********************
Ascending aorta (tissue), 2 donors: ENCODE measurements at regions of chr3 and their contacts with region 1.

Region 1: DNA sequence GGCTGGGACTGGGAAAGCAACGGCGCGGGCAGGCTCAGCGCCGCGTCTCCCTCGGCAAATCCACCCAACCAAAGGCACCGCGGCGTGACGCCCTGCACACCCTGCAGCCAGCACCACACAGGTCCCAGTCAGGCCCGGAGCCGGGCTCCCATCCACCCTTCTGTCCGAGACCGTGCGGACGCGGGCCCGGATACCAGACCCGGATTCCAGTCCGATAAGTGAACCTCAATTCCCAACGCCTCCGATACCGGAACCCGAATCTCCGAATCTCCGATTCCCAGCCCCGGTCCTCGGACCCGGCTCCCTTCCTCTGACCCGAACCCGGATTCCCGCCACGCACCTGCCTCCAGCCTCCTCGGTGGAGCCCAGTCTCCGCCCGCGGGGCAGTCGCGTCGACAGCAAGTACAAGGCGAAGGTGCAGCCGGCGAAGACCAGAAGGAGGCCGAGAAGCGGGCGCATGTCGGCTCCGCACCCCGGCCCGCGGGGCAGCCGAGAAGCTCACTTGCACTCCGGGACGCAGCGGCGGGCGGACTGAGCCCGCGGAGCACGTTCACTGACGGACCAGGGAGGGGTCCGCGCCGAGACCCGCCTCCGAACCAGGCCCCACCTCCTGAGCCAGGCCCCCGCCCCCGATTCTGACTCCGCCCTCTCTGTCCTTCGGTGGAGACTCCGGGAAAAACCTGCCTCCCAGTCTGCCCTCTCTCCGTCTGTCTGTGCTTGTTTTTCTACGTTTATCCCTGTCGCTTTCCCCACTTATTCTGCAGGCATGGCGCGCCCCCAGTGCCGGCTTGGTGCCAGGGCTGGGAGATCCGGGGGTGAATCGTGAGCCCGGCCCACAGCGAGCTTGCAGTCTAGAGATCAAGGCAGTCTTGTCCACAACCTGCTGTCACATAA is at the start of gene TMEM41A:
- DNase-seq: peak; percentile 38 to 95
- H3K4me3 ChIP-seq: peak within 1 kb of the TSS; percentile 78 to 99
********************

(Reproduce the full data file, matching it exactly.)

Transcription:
Ascending aorta (tissue), 2 donors: ENCODE measurements at regions of chr3 and their contacts with region 1.

Region 1: DNA sequence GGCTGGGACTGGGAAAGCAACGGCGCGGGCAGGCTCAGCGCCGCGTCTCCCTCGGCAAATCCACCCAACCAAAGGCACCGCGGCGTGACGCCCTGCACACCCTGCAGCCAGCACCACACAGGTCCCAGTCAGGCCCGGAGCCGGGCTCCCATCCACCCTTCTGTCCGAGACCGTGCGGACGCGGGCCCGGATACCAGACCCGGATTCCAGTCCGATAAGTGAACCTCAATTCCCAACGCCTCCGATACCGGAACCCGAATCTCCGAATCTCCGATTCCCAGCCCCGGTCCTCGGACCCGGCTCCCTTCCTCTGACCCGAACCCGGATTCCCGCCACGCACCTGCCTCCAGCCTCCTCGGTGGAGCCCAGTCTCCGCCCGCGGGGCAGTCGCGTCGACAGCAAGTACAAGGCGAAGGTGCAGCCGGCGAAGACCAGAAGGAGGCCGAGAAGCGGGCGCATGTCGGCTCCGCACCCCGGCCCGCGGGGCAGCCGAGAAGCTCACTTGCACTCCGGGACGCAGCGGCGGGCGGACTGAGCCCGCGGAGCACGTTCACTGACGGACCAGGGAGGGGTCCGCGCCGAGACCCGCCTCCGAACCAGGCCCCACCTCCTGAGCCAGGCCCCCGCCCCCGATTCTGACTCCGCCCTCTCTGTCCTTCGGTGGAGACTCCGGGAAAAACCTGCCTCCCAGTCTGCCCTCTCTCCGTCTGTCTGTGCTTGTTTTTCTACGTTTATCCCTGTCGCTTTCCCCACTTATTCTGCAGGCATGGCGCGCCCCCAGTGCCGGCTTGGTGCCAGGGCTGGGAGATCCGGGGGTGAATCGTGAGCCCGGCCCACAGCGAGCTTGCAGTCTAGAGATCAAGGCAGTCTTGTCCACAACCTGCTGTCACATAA is at the start of gene TMEM41A:
- DNase-seq: peak; percentile 38 to 95
- H3K4me3 ChIP-seq: peak within 1 kb of the TSS; percentile 78 to 99